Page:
Teach This Poem, though developed with a classroom in mind, can be easily adapted for remote-learning, hybrid-learning models, or in-person classes. Please see our suggestions for how to adapt this lesson for remote or blended learning. We have also noted suggestions when applicable and will continue to add to these suggestions online.

Featured Poem

Related Resource

Look closely at the image of Jennifer Packer’s painting “A Lesson in Longing.” 

Classroom Activities

The following activities and questions are designed to help your students use their noticing skills to move through the poem and develop their thinking about its meaning with confidence, using what they’ve noticed as evidence for their interpretations. Read more about the framework upon which these activities are based.

  1. Warm-up: Look closely at the image of Jennifer Packer’s painting “A Lesson in Longing.” What stands out to you in the painting? Why? What do the colors and images make you feel? Why? 
  2. Before Reading the Poem: Listen closely to the song, “Love is So Simple” by the Dells. What words/phrases in the song stand out to you? Why? 
  3. Reading the Poem: Silently read the poem “Resignation” by Nikki Giovanni. What do you notice about the poem? Note any words or phrases that stand out to you or any questions you might have.
  4. Listening to the Poem (enlist two volunteers to read the poem aloud): Listen as the poem is read aloud twice, and write down any additional words and phrases that stand out to you.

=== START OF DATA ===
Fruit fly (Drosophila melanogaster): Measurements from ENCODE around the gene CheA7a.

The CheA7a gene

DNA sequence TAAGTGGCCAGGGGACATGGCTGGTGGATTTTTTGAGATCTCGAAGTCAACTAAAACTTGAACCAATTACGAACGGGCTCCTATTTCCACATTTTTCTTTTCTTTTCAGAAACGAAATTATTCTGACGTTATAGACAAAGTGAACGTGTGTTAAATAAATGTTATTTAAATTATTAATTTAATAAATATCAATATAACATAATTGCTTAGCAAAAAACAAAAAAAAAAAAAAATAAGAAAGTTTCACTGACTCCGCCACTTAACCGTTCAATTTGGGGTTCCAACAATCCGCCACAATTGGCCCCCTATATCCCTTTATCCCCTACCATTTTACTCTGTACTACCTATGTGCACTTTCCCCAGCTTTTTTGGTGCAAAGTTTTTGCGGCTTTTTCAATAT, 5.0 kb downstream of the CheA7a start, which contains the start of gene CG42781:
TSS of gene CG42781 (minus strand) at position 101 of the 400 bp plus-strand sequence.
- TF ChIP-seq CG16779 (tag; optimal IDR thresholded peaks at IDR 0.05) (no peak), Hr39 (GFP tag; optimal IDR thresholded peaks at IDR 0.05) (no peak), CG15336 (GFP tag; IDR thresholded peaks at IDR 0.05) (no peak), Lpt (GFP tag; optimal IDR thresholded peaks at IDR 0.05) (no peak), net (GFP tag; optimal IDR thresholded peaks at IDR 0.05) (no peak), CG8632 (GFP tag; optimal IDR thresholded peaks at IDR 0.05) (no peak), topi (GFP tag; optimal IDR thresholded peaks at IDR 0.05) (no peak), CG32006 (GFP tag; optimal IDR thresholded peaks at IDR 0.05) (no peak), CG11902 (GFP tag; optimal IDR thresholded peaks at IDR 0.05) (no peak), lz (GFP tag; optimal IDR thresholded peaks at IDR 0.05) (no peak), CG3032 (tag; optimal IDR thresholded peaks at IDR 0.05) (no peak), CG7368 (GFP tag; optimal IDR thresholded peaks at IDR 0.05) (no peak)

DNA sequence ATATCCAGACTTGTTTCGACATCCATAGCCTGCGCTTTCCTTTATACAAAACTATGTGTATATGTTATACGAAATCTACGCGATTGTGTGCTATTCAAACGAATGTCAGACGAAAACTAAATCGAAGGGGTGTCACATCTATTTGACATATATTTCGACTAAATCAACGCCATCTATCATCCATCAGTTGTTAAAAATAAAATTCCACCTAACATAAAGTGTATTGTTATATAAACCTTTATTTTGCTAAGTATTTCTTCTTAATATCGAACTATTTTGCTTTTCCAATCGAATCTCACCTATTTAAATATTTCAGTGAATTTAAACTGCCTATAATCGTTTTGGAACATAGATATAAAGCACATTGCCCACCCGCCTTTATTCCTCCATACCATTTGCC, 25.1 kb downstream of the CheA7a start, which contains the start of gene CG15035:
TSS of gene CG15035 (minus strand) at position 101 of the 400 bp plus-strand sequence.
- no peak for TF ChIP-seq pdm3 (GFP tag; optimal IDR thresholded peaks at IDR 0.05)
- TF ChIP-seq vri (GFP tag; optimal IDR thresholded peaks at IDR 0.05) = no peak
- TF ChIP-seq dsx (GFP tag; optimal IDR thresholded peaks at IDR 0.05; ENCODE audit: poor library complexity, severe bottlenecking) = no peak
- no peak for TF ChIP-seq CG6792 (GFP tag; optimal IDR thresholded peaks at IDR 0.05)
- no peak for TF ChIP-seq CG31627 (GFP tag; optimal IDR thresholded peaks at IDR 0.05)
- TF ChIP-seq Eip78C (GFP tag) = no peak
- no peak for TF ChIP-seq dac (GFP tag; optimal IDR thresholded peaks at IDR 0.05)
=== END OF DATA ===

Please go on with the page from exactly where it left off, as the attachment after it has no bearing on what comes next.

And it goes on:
5. Small-group Discussion: Share what you noticed about the poem with a small group of students. Based on the details you just shared with your small group and the resources from the beginning of class, what connections can you make between the painting, song, and the poem? What do the poem, song, and painting say about love? What do you think about the title of the poem, “Resignation”? (Teachers, younger students might appreciate the definition of resignation.) What do you notice about the structure of the poem? 
  6. Whole-class Discussion: With a small group of students, decide on the most important line in the poem. Then, with your classmates, debate why this line is the most important. What does this line reveal about the speaker and/or the beloved? 
  7. Extension for Grades 7-8: Choose another love poem from this list and read it. Recite your poem for the class or write your own love poem to share. Afterwards, write a brief reflection that answers these two questions: What is a love poem or song? Why is it that poets and musicians continue to write about love? What did you learn? 
  8. Extension for Grades 9-12: Browse this list of classic and contemporary love poems. Choose one poem that interests you. Find a (school-appropriate) song that you think would pair well with your selected poem. Write a short reflection about why these two pieces of art would pair well together. 
More Context for Teachers

“Parker spoke directly to me when she discussed the beauty of loving another woman: ‘my lover is a woman / & when i hold her / feel her warmth / i feel good / feel safe.’ Her poems of gay pride, political activism and her open, unapologetic love of women gave me courage to come out to my own family.” Read the article “Queer Poets on the Poems That Changed Their Lives.”

Poetry Glossary

Anaphora: a technique in which successive phrases or lines begin with the same words, often resembling a litanyRead more.